There has been a lot of controversy surrounding Hollywood movie studio Sony Pictures Entertainment lately. No, it’s not an elaborate PR stunt – the company’s computer network was hacked.
Along with a huge amount of confidential information about the company being exposed (including employee emails), and more seemingly on the way, the hacking created sensational headlines across the world.
Here, we take a look at eight things you should really know about the Sony hacking.
1. The gist of it
On Nov 24, it was reported that Hollywood powerhouses Sony Pictures had been hacked, when its employees logging in at work found an image of a skull and a list of threats on their computers, a message from a group of hackers that calls itself “Guardians of Peace”.
The hackers managed to shut down Sony’s entire computer system temporarily crippling the company. But the real damage was the terabytes of private and confidential data they stole – which the hackers have been releasing in waves so far.
2. Nobody really knows who’s behind the Guardians Of Peace
Most at the moment are pointing the finger at – would you believe it – North Korea. The accusations stem from the state’s displeasure at Sony’s upcoming movie The Interview, a comedy featuring James Franco and Seth Rogen about the assassination of North Korean leader Kim Jong Un.
However, North Korea has denied being involved. Even the FBI announced it was doubtful North Korea was behind the hacking after its initial investigations.
Having said that, the Guardians Of Peace have made it clear that the hacking was done to stop the release of The Interview. Coincidence? Go figure.
UPDATE: A New York Times article has reported that American officials now believe North Korea was “centrally involved” in the hacking, and that the White House is now “debating whether to publicly accuse North Korea of what amounts to a cyberterrorism attack”.
3. What has been leaked?
The hackers have so far released close to 200 gigabytes of confidential documents – from the company’s financial data to upcoming movies details, personal emails between Sony executives and even sensitive information regarding the company’s employees.
4. The dirt on Sony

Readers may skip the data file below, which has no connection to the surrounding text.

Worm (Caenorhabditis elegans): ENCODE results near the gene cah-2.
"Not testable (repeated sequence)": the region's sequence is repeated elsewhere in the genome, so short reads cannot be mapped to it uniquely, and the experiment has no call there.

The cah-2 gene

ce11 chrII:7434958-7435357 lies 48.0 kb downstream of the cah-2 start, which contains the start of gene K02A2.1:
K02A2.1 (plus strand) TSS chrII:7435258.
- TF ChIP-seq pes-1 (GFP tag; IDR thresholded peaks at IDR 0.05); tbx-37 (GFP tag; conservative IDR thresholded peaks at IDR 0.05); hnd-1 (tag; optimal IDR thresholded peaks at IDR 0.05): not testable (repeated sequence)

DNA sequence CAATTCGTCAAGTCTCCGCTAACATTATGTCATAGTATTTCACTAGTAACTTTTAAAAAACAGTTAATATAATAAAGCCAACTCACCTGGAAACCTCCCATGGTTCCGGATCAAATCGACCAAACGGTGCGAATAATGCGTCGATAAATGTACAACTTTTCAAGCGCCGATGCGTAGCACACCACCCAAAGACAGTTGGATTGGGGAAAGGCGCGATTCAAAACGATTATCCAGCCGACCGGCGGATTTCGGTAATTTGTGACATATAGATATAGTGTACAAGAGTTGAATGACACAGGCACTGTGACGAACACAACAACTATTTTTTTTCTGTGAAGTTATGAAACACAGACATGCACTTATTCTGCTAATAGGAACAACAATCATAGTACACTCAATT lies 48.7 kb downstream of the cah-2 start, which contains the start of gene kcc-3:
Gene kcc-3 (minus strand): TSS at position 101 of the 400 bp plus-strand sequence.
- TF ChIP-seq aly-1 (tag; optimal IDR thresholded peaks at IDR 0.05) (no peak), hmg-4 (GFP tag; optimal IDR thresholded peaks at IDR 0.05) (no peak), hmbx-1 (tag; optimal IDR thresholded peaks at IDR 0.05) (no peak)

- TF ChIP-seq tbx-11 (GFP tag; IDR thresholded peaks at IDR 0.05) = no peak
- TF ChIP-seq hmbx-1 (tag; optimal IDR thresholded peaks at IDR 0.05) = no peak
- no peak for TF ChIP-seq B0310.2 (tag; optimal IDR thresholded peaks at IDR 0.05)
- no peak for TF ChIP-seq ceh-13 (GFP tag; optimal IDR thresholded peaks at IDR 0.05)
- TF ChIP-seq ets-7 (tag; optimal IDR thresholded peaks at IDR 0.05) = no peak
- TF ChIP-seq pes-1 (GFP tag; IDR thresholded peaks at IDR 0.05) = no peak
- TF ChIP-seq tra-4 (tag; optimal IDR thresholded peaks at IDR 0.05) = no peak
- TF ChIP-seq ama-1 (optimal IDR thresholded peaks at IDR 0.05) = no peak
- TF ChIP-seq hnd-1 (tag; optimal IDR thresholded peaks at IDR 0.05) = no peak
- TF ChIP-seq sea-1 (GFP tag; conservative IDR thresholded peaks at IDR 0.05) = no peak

As journalists scour through the leaked information, minor scoops have been released. For now, some of the biggest news to make headlines include the revelation that 16 of Sony’s 17 highest paid executives are males, the studio’s considering a Spider-Man movie crossover with Marvel (the only good news so far) and a leaked script of the upcoming James Bond movie Spectre.
On a more controversial front, the leaked emails saw one executive calling Angeline Jolie a “minimally talented spoiled brat” while another labelled Kevin Hart a “whore”.
Much has also been made of an email exchange between studio co-chairman Amy Pascal and producer Scott Rudin, where they joked about how United States president Barack Obama preferred movies featuring (or directed by) African Americans.
5. More dirt is coming
A statement by the hackers earlier claimed they had obtained up to 100 terabytes of info from their efforts. So far, they are claiming they would keep releasing information by waves, dubbing the latest leaked emails of Sony boss Michael Lynton as the start of a “Christmas gift”.
6. Is reporting all this ethical?
As more information is being leaked, uncovered and reported, questions have been raised regarding the legality and ethics of it all. Should the media report the leaked information? Is it ethical to share stolen data?
While some are calling it fair play, screen writer Aaron Sorkin, in an article for the New York Times, disagrees and pleads the media not to aid the hackers’ agendas. Sorkin himself had a few emails leaked as a result of the hack.
“I understand that news outlets routinely use stolen information. That’s how we got the Pentagon Papers, to use an oft-used argument. But there is nothing in these documents remotely rising to the level of public interest of the information found in the Pentagon Papers,” he wrote.
Producer Judd Apatow weighed in on the debate as well with this tweet:
Releasing private Sony e mails to hurt people is the same as releasing nude photos of Jennifer Lawrence. Why are they ok to print?
— Judd Apatow (@JuddApatow) December 11, 2014
7. The hack was hi-tech
According to Variety, FBI cyberdivision assistant director Joseph Demarest suggested in a statement that it was extremely difficult to defend against the way the hackers breached Sony’s security. In fact, the malware that was used would be able to slip past “90% of the net defences that are out there today in private industry”.
8. The hackers (vaguely) threatened a repeat of 9/11
In a new statement cited by US media, the hackers warned movie-goers against watching The Interview — or even being around the vicinity of a cinema showing the movie — by condemning them to a “bitter fate” otherwise.
“Remember the 11th of September 2001. We recommend you to keep yourself distant from the places at that time. (If your house is nearby, you’d better leave.),” it said.
UPDATE: Sony Pictures has canceled its scheduled Christmas release of The Interview. Threats by the Guardians Of Peace hacker group had already led five of the biggest cinema chains in the US to drop the movie, and its New York premier also had to be canceled.
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